When I was a child mashed potatoes were made by robots from Mars and required no more complex preparation than the addition of some boiling water and a quick stir. Now, barely forty years later, we are once again reduced to grubbing up the raw tubers from the earth, washing them, peeling them, dicing, boiling and mashing them.
Clearly not as straight forward as it looks this progress business.
Back in my youth, if we’d been really good we might be allowed the cheese and onion version, though as it cost the same as the plain stuff I was never quite sure how it earned its ‘special treat’ status. My attempts to recreate this childhood comfort food par excellence though always lacked a certain something. The original had a slight tang which I could never quite reproduce, and then came my Eureka moment – yoghurt! Believe me, this will transport you straight back to the land of space hoppers and spangles.
This quantity could feasibly feed four as a side dish, unless they are as greedy as I am with mashed potatoes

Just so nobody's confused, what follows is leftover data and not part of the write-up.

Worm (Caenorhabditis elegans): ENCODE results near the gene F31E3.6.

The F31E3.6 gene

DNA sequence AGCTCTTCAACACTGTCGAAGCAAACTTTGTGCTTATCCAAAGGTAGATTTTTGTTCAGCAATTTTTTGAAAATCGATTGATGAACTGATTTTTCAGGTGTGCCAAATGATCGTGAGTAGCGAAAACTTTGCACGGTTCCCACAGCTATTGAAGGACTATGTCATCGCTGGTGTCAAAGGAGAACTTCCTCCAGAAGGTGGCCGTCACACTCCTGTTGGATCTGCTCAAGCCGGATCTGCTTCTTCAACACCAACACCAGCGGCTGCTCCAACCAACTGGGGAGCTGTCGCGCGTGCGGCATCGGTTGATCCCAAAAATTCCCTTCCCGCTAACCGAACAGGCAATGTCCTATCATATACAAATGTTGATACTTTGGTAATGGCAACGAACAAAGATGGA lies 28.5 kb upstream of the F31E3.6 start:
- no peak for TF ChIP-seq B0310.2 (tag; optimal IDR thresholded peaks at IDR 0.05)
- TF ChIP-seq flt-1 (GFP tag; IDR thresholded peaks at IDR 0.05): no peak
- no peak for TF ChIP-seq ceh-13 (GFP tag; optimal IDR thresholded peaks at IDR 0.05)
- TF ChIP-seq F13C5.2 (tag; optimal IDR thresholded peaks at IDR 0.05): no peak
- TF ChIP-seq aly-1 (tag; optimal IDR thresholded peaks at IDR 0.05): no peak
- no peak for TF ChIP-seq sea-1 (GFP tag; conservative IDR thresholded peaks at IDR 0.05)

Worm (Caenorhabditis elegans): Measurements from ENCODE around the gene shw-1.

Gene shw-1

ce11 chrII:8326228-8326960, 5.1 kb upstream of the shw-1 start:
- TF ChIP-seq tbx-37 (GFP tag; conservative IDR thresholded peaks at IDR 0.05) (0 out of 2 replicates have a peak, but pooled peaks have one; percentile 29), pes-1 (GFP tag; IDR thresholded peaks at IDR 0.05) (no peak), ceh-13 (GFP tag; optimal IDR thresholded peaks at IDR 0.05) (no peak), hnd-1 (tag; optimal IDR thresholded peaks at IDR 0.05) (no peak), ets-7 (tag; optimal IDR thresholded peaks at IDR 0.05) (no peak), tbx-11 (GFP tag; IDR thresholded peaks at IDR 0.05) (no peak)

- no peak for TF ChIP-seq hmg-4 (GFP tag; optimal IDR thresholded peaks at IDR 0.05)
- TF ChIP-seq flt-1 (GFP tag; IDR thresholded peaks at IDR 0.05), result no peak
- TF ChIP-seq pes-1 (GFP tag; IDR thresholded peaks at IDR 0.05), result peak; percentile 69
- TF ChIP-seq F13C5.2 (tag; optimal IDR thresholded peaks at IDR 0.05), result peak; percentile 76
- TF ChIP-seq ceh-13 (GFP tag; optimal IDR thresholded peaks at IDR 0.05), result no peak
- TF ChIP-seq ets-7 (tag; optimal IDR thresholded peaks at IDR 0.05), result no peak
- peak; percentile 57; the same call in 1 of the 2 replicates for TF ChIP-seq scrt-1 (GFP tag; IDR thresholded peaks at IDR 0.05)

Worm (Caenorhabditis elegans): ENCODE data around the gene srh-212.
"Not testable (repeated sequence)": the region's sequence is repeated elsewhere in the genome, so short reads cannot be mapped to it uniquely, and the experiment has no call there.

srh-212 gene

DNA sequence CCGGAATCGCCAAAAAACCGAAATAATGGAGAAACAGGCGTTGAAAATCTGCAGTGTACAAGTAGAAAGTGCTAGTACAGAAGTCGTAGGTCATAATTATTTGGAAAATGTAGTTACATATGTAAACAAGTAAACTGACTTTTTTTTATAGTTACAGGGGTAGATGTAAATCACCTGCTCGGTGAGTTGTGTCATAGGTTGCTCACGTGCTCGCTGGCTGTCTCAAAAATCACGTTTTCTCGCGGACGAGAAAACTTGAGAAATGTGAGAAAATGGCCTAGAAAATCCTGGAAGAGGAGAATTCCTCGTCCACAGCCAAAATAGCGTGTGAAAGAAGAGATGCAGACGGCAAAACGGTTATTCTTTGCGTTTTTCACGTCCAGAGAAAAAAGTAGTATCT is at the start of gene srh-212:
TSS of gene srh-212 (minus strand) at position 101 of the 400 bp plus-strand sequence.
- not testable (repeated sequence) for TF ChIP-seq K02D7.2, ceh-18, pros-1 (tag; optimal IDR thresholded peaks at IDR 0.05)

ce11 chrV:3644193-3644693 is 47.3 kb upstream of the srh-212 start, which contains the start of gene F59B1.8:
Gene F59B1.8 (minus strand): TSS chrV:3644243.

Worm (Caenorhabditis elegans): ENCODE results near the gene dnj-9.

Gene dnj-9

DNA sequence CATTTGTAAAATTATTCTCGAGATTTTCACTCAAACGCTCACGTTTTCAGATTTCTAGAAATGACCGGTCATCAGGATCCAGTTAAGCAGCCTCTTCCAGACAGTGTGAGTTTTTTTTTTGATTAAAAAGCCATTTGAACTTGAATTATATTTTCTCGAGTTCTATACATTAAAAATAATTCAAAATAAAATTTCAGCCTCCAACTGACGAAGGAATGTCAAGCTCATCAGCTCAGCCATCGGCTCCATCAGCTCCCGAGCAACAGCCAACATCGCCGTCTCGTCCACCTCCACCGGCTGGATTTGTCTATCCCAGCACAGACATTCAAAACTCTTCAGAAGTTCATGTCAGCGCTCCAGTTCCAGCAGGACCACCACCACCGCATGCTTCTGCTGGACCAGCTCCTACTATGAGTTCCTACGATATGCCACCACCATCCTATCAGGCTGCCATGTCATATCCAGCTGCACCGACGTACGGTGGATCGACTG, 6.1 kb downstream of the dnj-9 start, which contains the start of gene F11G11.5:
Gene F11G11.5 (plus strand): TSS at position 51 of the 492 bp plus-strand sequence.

- 800g potatoes
- 200ml milk
- 50g butter
- 3 spring onions [white and green parts] diced into half centimetre slices
- 130g Appleby’s Cheshire cheese, grated
- 1.5 heaped tbsps natural yoghurt
Peel the potatoes [with your metal knives, as the Martians used to say], dice into even sized pieces and boil in salted water until tender. As the potatoes cook gently warm the milk, butter and spring onions in another pan. You don’t want this to boil, the heat is just to help the onion flavour infuse into the milk, so once it starts to tremble just turn it off and leave until needed. These days I always use a potato ricer for mash, a device which in the 70’s kitchen would have seemed more alien than one of those robots, but a potato masher will do the job. Add the infused milk and butter mixture, onions and all, and whisk with a fork to combine. Add the grated cheese and yoghurt and continue to whisk over a low heat until the cheese has disappeared. Check seasoning and serve with whatever you like – last night it was braised lamb shanks and peas, but go for fish fingers and spaghetti hoops if the fancy takes you.